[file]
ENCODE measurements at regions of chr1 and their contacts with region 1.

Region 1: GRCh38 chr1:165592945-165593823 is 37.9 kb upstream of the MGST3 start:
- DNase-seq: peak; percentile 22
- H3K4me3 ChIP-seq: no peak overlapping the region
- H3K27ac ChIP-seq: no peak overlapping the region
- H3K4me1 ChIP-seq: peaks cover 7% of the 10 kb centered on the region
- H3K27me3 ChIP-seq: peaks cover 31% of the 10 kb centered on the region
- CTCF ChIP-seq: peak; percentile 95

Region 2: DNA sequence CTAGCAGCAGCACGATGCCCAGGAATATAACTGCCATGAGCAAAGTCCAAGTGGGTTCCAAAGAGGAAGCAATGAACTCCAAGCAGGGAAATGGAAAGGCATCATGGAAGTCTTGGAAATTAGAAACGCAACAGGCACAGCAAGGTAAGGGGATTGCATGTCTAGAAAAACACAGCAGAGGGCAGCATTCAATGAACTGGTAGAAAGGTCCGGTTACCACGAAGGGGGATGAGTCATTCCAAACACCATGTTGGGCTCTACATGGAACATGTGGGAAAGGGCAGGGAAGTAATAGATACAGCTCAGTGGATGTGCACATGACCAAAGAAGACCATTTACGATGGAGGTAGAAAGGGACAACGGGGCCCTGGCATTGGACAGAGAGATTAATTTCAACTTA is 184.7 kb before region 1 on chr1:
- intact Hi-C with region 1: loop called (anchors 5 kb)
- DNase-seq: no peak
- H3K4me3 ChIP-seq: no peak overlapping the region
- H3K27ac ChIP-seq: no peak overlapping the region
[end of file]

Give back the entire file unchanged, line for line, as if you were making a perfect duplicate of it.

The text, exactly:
ENCODE measurements at regions of chr1 and their contacts with region 1.

Region 1: GRCh38 chr1:165592945-165593823 is 37.9 kb upstream of the MGST3 start:
- DNase-seq: peak; percentile 22
- H3K4me3 ChIP-seq: no peak overlapping the region
- H3K27ac ChIP-seq: no peak overlapping the region
- H3K4me1 ChIP-seq: peaks cover 7% of the 10 kb centered on the region
- H3K27me3 ChIP-seq: peaks cover 31% of the 10 kb centered on the region
- CTCF ChIP-seq: peak; percentile 95

Region 2: DNA sequence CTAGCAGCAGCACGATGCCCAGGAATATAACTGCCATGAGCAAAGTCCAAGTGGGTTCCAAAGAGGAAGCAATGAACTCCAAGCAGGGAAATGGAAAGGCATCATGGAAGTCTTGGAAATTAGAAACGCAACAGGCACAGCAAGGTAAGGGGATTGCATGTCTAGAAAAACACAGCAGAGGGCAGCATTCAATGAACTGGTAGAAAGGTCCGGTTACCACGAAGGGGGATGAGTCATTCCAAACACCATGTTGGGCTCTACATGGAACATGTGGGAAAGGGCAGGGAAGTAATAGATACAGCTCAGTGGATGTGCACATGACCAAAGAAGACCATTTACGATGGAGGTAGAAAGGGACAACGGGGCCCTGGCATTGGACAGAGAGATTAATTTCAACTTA is 184.7 kb before region 1 on chr1:
- intact Hi-C with region 1: loop called (anchors 5 kb)
- DNase-seq: no peak
- H3K4me3 ChIP-seq: no peak overlapping the region
- H3K27ac ChIP-seq: no peak overlapping the region